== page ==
The Panel also suggests streamlining the approval process for those documents that remain. Determinations documented within the acquisition plan or acquisition strategy should be delegated to the plan or strategy approving authority. When rationale must be documented or approved by a higher authority, it should be consolidated into one place with a singular approval authority. For example, current statute requires the head of the agency to approve a single-source task-order or delivery-order contract valued at $112 million or more. This justification is already addressed in the acquisition plan, but the FAR requires a separate determination and approval. Here the FAR is contradictory, first delegating responsibility for determining the number of awardees to the contracting officer, then reserving the determination for a higher authority. The Panel recommends repealing this requirement for approval from the head of the agency.

Consensus within DOD and the broader federal acquisition community is that the administrative time preceding issuance of solicitations and awards is much too long. In 2017, the Under Secretary of Defense for Acquisition and Sustainment, Ellen Lord, set the goal of a 50% reduction in Procurement Administrative Lead Time (PALT). Small procurements routinely spend at least six months and large procurements frequently take years in this documentation and approval process, significantly delaying the delivery of needed capabilities to the warfighter. In one example, it took 559 days (19 months) for an acquisition strategy for IT services to be generated and approved, and only after this approval could the procurement advance to the next steps of issuing a solicitation and eventually making an award.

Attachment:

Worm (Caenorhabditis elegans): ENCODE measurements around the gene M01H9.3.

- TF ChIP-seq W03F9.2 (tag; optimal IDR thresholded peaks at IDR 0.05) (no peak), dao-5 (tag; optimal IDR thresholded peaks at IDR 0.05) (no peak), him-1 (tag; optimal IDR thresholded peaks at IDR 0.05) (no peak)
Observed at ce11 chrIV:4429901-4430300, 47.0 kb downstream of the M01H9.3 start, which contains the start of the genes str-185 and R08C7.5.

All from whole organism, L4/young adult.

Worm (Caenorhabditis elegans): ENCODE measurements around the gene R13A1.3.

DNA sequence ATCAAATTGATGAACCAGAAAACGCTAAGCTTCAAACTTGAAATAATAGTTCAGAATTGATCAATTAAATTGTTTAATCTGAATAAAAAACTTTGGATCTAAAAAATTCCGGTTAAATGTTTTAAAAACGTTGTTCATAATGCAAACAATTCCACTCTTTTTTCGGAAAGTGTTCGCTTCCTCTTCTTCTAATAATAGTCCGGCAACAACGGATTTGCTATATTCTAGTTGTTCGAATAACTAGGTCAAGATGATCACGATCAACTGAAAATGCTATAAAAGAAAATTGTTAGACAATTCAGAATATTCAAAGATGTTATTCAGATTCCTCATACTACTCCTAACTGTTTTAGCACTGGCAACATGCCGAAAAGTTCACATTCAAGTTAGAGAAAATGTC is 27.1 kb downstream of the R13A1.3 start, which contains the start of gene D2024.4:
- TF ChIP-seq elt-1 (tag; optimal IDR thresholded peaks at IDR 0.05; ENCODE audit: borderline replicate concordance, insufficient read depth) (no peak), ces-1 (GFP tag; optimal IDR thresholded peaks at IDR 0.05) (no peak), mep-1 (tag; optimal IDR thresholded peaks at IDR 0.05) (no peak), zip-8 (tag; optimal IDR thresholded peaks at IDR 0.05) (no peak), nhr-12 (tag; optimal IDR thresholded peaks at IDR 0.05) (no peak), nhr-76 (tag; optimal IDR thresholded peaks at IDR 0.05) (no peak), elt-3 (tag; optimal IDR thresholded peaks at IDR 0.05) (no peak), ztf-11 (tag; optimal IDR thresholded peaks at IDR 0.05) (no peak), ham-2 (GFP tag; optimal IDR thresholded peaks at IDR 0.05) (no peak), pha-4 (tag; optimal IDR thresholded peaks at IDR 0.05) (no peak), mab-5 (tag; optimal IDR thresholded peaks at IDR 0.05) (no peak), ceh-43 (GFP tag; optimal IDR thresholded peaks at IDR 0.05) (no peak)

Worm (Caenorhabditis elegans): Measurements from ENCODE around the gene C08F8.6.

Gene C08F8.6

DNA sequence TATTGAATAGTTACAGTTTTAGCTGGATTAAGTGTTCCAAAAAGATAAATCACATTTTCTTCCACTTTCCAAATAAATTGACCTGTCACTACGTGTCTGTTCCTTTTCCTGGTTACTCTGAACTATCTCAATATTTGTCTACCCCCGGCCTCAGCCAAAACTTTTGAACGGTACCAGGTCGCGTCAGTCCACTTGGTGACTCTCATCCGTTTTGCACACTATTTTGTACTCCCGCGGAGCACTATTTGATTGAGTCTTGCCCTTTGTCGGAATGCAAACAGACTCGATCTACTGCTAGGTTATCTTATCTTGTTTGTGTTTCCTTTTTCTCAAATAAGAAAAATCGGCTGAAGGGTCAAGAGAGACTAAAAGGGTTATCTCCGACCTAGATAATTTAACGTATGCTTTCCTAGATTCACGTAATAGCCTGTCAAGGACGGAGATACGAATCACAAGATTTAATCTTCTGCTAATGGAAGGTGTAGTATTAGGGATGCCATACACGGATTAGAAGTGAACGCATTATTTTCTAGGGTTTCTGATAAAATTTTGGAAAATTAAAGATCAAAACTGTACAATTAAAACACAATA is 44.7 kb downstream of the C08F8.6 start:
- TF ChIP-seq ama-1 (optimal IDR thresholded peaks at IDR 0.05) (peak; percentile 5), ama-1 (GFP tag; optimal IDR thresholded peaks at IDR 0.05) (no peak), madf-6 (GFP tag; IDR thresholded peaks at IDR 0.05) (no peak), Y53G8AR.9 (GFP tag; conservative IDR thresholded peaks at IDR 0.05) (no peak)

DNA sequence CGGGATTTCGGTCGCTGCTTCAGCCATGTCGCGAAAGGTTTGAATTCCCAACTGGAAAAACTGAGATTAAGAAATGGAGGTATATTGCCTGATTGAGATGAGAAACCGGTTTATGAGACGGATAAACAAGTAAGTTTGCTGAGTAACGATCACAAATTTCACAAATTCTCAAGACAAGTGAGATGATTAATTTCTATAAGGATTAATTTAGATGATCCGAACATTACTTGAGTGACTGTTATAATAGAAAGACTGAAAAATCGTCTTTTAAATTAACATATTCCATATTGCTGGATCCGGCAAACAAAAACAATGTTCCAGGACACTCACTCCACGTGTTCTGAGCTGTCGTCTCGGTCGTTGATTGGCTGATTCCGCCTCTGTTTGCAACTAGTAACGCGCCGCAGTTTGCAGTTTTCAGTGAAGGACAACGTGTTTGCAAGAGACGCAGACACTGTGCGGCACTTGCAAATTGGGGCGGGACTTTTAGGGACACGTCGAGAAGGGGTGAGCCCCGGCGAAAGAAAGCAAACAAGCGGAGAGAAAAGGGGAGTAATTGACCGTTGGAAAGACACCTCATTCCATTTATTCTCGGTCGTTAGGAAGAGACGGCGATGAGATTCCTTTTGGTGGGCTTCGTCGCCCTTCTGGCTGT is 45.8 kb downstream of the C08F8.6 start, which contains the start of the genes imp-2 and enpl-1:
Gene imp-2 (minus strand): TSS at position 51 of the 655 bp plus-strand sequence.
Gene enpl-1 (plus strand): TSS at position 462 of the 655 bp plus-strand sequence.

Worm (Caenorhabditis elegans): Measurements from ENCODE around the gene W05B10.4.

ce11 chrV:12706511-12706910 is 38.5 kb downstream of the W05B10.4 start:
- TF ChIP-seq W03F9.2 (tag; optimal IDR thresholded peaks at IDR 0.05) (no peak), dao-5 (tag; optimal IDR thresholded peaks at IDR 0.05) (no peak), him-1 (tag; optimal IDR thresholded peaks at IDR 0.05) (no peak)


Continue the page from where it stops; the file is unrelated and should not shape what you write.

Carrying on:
Many approvals require unnecessarily high levels of authority, significantly slowing down each step of the contracting process. Currently, for example, contract type approvals are required to go up to the Service Acquisition Executive or equivalent when entering into cost-reimbursement contracts exceeding $50 million, with the threshold lowering to $25 million after fiscal year 2019. This process is intended to discourage use of contracts other than fixed price, but adds time and duplicates effort already undertaken in acquisition planning. The Panel suggests eliminating the requirement for separate contract type determinations when the decision has already been approved as part of a written acquisition plan or acquisition strategy. If a written acquisition plan or strategy is not required, contract type determinations can be delegated to a single approval authority no higher than the Chief of the Contracting Office.

REC. 75: “REVISE REGULATIONS, INSTRUCTIONS, OR DIRECTIVES TO ELIMINATE NON-VALUE-ADDED DOCUMENTATION OR APPROVALS”